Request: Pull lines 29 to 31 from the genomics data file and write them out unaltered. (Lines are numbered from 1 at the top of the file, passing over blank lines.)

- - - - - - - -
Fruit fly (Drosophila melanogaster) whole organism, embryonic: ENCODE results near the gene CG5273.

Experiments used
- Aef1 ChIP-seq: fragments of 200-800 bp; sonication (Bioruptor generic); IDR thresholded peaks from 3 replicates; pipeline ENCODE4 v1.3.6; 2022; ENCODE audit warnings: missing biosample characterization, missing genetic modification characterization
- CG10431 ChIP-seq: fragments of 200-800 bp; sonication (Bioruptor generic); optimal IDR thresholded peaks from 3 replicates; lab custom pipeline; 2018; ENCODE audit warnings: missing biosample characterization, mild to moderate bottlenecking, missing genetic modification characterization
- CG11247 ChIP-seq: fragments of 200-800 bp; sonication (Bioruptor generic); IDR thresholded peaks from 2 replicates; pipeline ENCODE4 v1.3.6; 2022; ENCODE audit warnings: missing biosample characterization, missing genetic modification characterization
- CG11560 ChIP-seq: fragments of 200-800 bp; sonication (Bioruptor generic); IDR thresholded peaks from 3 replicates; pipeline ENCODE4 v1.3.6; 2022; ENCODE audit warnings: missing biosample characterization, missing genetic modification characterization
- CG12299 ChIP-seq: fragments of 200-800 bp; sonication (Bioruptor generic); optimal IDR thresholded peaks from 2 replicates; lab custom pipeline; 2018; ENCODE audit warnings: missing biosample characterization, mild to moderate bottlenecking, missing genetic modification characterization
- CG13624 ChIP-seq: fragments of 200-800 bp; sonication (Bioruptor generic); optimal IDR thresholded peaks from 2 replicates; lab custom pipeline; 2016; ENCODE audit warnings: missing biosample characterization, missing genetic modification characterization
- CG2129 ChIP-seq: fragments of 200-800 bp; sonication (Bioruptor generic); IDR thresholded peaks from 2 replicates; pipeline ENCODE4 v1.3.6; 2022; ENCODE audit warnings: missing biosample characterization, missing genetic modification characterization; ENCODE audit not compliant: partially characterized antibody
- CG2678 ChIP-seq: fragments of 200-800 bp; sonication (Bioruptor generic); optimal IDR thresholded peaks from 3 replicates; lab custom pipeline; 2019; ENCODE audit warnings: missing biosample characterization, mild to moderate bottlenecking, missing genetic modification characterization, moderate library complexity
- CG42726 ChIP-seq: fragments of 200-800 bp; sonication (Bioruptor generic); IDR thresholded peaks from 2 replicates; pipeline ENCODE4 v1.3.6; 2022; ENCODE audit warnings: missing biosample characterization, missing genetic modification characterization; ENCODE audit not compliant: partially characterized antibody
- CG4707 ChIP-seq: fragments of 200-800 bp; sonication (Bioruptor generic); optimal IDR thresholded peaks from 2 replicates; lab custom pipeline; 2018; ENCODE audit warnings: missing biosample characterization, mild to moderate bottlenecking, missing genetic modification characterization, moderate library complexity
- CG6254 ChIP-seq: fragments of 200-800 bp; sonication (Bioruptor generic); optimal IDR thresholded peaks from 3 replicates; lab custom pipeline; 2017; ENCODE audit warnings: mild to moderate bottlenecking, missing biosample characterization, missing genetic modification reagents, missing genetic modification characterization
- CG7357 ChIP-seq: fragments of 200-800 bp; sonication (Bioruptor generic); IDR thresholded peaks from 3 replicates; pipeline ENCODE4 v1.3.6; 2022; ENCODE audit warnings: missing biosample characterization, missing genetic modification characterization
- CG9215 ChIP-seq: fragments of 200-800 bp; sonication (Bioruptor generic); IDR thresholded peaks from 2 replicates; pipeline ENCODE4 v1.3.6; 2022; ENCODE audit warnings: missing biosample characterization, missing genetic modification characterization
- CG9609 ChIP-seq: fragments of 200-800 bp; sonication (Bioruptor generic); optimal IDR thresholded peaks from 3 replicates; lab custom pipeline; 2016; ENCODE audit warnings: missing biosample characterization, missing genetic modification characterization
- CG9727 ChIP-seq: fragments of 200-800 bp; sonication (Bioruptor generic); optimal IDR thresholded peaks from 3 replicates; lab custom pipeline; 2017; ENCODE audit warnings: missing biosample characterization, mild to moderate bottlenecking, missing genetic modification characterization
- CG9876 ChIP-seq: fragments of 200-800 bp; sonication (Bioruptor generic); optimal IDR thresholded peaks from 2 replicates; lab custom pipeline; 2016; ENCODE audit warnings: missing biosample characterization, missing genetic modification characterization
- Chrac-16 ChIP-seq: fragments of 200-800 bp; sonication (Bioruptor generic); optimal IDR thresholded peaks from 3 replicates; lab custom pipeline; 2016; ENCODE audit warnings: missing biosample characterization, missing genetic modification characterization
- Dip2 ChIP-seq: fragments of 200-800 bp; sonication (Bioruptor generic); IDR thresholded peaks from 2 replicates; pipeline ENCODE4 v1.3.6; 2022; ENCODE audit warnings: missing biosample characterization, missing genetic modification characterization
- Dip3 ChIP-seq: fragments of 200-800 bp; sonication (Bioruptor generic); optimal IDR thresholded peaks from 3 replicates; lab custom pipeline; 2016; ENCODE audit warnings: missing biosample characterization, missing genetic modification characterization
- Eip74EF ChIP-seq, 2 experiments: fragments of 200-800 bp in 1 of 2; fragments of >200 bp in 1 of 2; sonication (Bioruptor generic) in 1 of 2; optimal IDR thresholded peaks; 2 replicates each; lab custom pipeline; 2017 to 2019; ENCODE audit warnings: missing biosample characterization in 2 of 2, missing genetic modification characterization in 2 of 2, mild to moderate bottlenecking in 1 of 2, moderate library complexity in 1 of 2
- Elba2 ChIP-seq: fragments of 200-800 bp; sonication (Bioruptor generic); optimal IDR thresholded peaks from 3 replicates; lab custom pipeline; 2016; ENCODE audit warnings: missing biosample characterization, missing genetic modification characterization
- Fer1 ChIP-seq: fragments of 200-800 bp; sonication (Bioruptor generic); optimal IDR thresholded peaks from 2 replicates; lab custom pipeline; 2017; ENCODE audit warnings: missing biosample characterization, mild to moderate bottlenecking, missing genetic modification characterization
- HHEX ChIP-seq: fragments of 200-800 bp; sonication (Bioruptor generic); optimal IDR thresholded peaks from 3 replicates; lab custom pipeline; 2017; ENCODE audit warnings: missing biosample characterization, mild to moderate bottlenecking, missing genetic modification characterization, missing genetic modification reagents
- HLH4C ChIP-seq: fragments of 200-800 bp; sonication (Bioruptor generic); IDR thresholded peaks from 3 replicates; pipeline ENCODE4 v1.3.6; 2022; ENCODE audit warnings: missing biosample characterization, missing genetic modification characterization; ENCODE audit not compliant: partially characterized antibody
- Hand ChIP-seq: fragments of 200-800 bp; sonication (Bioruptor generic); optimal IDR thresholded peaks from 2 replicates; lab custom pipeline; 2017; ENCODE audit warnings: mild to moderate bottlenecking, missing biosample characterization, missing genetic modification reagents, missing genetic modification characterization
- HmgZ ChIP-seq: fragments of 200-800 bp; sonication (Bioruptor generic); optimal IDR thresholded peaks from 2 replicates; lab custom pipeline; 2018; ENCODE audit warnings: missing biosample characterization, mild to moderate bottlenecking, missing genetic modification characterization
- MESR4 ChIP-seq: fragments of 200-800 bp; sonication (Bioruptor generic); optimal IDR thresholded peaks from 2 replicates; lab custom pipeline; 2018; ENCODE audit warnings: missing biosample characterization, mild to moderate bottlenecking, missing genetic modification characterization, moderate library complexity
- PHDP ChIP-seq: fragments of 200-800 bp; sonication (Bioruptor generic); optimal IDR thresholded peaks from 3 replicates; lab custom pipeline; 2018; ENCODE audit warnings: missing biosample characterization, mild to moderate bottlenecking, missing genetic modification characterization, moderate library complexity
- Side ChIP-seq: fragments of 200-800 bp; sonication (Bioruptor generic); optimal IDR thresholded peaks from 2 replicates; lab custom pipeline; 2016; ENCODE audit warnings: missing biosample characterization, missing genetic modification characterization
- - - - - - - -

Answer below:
- MESR4 ChIP-seq: fragments of 200-800 bp; sonication (Bioruptor generic); optimal IDR thresholded peaks from 2 replicates; lab custom pipeline; 2018; ENCODE audit warnings: missing biosample characterization, mild to moderate bottlenecking, missing genetic modification characterization, moderate library complexity
- PHDP ChIP-seq: fragments of 200-800 bp; sonication (Bioruptor generic); optimal IDR thresholded peaks from 3 replicates; lab custom pipeline; 2018; ENCODE audit warnings: missing biosample characterization, mild to moderate bottlenecking, missing genetic modification characterization, moderate library complexity
- Side ChIP-seq: fragments of 200-800 bp; sonication (Bioruptor generic); optimal IDR thresholded peaks from 2 replicates; lab custom pipeline; 2016; ENCODE audit warnings: missing biosample characterization, missing genetic modification characterization